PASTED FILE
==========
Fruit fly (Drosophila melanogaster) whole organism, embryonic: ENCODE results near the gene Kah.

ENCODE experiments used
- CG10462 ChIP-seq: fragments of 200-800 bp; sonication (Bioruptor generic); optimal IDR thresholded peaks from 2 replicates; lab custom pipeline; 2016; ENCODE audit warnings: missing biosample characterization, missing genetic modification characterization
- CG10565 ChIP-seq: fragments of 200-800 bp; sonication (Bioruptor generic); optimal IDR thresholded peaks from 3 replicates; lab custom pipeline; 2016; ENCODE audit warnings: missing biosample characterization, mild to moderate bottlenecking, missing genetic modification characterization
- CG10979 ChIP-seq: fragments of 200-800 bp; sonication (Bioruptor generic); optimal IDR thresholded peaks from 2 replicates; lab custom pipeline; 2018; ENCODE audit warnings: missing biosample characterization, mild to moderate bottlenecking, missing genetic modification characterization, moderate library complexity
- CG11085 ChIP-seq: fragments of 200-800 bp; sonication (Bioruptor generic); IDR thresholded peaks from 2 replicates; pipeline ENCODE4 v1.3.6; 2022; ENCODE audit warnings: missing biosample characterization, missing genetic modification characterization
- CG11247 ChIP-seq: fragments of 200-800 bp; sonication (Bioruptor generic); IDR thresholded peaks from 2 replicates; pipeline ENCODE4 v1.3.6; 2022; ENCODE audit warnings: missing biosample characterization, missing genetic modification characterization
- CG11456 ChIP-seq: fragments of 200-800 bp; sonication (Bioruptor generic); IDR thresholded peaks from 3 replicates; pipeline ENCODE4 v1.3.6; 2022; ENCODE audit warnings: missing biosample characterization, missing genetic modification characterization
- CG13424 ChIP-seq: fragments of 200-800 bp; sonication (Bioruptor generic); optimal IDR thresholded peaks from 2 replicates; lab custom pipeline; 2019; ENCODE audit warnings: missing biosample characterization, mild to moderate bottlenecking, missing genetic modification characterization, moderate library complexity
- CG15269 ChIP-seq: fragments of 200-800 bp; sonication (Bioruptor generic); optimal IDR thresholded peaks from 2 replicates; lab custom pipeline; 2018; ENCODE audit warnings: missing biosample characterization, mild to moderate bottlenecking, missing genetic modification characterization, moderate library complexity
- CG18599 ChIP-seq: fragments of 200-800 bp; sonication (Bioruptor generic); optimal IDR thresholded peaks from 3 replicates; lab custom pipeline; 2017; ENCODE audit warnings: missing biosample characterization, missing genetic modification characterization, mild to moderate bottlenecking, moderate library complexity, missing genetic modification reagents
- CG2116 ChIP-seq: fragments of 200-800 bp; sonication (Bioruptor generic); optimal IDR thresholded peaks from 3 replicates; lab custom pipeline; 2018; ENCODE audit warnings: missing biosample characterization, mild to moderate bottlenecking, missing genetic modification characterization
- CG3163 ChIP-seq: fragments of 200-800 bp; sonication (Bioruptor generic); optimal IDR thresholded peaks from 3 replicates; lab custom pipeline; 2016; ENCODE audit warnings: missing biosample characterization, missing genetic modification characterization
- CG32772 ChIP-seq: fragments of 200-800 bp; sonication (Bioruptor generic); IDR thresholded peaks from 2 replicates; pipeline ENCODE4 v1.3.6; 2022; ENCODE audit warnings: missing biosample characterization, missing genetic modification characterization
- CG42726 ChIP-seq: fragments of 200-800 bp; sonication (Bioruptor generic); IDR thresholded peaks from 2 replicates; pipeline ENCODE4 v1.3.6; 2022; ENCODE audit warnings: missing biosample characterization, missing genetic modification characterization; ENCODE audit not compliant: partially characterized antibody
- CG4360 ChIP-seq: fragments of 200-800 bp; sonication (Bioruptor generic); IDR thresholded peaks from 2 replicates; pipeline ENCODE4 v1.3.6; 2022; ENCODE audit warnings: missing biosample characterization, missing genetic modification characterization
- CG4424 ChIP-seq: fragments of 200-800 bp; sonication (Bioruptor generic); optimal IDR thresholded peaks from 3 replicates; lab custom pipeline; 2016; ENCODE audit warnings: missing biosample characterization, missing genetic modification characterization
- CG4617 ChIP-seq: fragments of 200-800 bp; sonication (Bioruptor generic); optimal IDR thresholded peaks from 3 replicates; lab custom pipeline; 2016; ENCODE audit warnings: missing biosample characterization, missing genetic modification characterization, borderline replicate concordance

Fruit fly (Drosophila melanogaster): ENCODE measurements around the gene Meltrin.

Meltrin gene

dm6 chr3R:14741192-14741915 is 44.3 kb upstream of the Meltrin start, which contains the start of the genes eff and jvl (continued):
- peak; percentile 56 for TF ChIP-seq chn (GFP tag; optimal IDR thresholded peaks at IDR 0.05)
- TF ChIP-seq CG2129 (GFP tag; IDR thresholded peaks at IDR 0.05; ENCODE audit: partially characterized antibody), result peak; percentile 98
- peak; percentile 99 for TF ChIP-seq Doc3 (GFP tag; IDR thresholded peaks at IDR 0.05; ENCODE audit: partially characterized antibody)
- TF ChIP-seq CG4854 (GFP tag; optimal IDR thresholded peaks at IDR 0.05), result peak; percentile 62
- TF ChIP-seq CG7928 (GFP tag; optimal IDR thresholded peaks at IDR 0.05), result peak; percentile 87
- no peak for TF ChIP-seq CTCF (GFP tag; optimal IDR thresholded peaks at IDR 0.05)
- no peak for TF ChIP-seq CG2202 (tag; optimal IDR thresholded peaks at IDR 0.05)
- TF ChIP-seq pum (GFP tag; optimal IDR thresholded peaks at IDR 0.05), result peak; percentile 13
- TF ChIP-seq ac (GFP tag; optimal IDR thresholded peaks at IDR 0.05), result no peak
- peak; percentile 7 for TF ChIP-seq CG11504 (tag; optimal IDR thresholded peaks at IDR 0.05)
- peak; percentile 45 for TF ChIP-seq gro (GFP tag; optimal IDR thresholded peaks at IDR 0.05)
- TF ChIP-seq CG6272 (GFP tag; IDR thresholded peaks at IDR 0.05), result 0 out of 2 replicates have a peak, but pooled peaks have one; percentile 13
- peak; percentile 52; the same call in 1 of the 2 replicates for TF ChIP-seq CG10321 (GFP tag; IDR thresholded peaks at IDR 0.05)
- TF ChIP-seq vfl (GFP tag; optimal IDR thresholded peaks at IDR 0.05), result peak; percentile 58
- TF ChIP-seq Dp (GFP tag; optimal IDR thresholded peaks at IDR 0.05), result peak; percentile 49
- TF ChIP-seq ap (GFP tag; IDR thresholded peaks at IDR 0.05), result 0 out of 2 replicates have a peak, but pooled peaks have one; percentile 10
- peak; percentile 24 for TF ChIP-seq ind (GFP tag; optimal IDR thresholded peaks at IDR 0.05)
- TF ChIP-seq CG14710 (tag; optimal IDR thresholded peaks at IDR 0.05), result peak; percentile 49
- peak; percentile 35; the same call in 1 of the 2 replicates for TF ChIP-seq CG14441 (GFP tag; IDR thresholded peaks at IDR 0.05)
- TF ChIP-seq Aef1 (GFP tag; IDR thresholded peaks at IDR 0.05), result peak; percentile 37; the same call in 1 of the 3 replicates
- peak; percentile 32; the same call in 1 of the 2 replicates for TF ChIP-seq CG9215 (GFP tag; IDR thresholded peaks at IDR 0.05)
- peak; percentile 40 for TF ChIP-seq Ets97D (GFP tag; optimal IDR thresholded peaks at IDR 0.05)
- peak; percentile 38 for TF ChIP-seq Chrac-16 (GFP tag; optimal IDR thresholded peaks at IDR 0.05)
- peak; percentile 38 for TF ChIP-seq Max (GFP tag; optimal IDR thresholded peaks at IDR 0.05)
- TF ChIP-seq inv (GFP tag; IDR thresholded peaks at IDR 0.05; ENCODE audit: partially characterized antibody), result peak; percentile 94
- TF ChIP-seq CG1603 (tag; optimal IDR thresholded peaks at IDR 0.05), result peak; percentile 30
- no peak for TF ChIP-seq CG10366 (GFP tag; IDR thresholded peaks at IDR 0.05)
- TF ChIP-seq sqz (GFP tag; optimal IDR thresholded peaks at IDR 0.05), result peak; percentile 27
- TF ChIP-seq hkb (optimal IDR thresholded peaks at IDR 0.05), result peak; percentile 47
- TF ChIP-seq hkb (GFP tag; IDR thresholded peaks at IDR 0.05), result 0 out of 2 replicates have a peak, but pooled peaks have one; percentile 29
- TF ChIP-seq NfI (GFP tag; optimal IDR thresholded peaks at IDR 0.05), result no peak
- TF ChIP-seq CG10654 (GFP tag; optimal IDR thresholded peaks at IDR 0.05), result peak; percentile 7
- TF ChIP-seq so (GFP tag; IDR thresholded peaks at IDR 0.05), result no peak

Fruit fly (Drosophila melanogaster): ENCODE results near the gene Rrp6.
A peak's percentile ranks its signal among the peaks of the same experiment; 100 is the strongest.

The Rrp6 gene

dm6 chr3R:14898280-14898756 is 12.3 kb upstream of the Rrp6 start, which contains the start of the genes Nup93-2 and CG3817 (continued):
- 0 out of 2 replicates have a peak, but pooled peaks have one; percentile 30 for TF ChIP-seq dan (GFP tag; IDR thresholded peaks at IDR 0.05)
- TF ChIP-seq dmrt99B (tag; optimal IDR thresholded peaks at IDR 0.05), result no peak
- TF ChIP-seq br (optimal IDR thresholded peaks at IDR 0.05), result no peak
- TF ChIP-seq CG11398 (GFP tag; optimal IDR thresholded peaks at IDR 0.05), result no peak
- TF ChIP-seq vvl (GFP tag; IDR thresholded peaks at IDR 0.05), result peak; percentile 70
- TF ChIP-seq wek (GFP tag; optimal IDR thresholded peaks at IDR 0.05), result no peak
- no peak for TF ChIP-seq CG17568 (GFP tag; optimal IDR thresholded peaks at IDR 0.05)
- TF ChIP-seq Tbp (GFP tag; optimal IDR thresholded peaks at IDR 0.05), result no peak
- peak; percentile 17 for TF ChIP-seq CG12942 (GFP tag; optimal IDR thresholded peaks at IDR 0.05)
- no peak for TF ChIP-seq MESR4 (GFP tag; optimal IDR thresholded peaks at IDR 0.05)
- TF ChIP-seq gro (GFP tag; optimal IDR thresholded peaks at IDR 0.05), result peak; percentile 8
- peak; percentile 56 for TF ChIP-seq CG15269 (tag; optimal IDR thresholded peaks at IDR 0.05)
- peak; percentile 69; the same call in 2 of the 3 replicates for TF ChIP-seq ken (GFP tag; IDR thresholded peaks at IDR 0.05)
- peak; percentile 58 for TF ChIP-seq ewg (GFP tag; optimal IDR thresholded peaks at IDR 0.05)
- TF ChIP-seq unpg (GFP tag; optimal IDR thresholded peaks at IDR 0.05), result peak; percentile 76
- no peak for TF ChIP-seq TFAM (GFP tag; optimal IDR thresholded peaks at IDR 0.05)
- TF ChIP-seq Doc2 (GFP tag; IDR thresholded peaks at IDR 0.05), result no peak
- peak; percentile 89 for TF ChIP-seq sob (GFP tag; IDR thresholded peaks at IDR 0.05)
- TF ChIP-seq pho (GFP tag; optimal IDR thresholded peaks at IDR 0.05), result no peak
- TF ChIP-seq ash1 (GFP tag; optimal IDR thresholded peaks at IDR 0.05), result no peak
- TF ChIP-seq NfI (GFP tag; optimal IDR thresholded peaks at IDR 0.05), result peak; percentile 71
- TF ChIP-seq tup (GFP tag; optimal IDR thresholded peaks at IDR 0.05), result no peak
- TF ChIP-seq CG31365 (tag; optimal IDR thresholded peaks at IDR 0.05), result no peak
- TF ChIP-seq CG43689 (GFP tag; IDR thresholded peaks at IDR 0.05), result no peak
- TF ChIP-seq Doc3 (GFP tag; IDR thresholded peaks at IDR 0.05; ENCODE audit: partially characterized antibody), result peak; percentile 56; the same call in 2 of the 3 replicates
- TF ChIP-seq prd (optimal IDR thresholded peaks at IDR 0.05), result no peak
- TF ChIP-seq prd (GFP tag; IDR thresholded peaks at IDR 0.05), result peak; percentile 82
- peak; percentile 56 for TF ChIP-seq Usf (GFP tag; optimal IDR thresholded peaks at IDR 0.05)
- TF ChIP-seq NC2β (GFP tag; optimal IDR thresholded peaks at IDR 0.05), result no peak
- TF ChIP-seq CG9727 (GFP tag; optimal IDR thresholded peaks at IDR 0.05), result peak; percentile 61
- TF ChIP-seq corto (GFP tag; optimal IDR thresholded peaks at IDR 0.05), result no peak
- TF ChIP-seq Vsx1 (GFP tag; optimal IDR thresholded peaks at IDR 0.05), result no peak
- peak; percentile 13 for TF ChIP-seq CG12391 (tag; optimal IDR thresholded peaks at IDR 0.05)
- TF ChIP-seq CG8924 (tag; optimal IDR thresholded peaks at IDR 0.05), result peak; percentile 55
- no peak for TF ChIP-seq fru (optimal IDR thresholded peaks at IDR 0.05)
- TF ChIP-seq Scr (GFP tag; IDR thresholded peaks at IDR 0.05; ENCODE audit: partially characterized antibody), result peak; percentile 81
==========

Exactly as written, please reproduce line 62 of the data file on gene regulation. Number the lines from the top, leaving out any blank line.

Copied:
- TF ChIP-seq CG11398 (GFP tag; optimal IDR thresholded peaks at IDR 0.05), result no peak